Every night, a pageant of Greek mythology circles overhead. Perseus flies to the rescue of Andromeda, Orion faces the charge of the snorting Bull, and the ship of the Argonauts sails in search of the Golden Fleece. Constellations are the invention of human imagination, not of nature. They are an expression of the human desire to impress its own order upon the apparent chaos of the night sky. Modern science tells us that these twinkling points of light are glowing balls of gas, but the ancient Greeks, to whom we owe many of our constellations, knew nothing of this.
Ian Ridpath, award-winning astronomy writer and popularizer, has been intrigued by the myths of the stars for many years. Star Tales is the first modern guide to combine all the fascinating myths in one book, illustrated with the beautiful and evocative engravings from two of the leading star atlases: Johann Bode’s Uranographia of 1801 and John Flamsteed’s Atlas Coelestis of 1729. This classic book, now in a revised and expanded edition, presents additional information on the constellations with new and enchanting illustrations. For anyone interested in the stars and classical mythology, for anyone who is an armchair astronomer, this is the perfect gift.
1. Stars and storytellers
2. Star maps
3. The celestial eighty-eight
4. Obsolete constellations
Sources and acknowledgements
Glossary of mythological characters
Endorsements and Reviews
In this highly readable Star Tales … Ridpath has splendidly combined astronomy with the lore of classical mythology.
Adrian Berry, in The Daily Telegraph
There is another way to look at [stars and galaxies] – as the creation of human imagination. … To help steer us round these wonders, Ridpath has produced Star Tales … a pleasant amalgam of sheer fancy and historical and scientific fact. The book will help us appreciate how we reached our present awareness.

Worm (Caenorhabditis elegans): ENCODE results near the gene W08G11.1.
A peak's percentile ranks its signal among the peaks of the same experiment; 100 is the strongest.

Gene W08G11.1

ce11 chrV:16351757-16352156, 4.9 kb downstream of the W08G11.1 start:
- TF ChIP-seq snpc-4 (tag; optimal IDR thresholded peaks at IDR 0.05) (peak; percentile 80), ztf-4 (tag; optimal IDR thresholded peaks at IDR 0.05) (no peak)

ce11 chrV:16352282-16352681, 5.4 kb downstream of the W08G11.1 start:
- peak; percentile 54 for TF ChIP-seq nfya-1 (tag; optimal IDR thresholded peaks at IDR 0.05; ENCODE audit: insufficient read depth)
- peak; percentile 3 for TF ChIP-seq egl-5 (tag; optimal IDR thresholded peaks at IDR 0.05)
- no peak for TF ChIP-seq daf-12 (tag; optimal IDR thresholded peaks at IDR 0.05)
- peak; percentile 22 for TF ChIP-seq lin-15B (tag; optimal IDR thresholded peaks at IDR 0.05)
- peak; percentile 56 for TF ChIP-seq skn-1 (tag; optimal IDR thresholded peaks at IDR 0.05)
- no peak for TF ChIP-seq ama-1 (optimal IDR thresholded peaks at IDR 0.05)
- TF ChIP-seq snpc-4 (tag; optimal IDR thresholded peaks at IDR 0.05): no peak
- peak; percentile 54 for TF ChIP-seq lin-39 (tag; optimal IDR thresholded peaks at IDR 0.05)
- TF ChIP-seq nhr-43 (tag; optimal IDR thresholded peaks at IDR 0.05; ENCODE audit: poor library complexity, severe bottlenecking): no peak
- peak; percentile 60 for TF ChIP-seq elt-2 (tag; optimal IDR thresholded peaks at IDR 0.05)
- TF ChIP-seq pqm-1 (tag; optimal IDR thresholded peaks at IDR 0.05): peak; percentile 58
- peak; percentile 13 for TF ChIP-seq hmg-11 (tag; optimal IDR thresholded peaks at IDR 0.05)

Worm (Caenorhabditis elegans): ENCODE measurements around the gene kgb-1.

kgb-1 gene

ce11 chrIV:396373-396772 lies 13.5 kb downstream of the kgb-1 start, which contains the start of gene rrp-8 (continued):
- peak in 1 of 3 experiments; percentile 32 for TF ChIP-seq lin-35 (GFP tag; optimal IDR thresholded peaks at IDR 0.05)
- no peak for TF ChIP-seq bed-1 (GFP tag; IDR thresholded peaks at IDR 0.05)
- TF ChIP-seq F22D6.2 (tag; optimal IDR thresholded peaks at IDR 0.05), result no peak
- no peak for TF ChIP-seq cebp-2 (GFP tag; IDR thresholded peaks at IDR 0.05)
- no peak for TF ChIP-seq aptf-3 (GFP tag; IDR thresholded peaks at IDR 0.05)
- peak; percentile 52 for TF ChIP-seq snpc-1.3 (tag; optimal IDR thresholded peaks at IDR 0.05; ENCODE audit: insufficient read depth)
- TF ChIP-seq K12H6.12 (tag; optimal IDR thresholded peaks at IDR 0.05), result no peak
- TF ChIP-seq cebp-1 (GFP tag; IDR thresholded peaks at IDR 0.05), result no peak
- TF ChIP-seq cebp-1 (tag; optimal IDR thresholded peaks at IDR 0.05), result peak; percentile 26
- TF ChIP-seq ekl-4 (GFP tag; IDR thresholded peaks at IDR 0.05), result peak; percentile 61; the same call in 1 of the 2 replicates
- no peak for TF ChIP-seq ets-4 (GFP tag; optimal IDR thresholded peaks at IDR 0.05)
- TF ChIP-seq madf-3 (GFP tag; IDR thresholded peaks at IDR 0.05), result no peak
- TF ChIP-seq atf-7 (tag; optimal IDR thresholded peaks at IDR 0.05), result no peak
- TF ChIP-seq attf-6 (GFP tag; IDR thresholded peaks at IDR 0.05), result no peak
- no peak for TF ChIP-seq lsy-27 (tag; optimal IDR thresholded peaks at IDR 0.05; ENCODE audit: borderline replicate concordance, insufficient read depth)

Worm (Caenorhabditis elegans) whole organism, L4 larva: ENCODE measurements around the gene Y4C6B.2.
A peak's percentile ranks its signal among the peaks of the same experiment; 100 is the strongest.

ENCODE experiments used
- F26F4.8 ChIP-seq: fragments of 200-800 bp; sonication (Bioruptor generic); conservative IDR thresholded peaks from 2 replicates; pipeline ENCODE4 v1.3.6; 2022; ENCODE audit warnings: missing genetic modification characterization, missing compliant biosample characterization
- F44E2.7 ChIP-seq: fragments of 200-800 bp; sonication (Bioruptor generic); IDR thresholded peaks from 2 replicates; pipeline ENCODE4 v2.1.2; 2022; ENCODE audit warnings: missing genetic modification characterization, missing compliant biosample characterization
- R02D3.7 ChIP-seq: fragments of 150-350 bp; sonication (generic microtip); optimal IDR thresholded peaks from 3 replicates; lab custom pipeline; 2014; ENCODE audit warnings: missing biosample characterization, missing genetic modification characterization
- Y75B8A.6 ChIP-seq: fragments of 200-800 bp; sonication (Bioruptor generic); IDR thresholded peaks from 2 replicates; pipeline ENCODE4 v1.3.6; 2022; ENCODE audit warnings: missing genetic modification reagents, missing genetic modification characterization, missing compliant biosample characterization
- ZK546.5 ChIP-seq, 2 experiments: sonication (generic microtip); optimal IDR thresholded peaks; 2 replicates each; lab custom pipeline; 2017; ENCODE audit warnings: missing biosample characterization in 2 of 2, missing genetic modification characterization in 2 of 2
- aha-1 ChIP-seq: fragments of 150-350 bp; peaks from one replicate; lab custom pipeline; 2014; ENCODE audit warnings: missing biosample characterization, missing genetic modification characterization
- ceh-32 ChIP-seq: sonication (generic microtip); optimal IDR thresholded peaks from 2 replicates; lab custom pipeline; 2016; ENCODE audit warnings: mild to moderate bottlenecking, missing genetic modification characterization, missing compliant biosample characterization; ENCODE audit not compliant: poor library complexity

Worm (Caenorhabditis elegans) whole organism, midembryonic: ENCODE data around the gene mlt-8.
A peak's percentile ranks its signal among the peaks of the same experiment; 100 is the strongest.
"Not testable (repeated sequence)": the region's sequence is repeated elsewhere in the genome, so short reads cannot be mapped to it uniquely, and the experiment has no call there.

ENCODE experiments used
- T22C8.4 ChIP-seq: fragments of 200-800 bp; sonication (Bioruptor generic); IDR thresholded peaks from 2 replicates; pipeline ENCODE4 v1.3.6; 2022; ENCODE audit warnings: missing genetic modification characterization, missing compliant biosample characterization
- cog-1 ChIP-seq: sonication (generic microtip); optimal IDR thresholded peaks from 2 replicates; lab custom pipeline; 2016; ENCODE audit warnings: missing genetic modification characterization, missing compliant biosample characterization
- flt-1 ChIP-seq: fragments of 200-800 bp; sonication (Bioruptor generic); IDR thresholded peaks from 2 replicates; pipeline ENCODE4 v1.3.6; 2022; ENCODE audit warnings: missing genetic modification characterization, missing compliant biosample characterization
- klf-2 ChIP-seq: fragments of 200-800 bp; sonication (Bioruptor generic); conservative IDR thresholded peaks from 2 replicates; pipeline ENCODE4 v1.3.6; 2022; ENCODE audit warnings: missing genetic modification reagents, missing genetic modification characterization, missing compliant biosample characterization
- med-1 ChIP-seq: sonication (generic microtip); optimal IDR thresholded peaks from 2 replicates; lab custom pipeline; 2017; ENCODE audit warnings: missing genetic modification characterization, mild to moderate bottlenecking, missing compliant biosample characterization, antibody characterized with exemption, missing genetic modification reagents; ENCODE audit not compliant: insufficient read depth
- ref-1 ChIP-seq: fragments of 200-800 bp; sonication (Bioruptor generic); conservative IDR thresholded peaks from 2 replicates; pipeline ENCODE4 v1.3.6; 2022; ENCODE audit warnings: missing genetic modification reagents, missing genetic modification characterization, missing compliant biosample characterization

Robin McKie, in Observer Sunday
Many readers will welcome this book of tales of the constellations . . . . [Ian Ridpath’s] list of sources is quite impressive, but the greatest value of the book must lie in the illustrations . … This is a book to enjoy. It is easily read and does successfully what it sets out to. Ridpath has already earned a reputation as a presenter of the celestial constellations and the real curiosities they contain. … Now we must see him as an authority on their entertainment value too.
Rosemary Naylor, Federation of Astronomical Societies
I thoroughly enjoyed reading this beautifully-illustrated book, and it will be a lovely reference book as well. It is meticulously researched and very well written, and I can recommend it to anyone interested in the constellations from a historical or mythological perspective.
Robert Connon Smith, in The Observatory, Vol 139, No 1269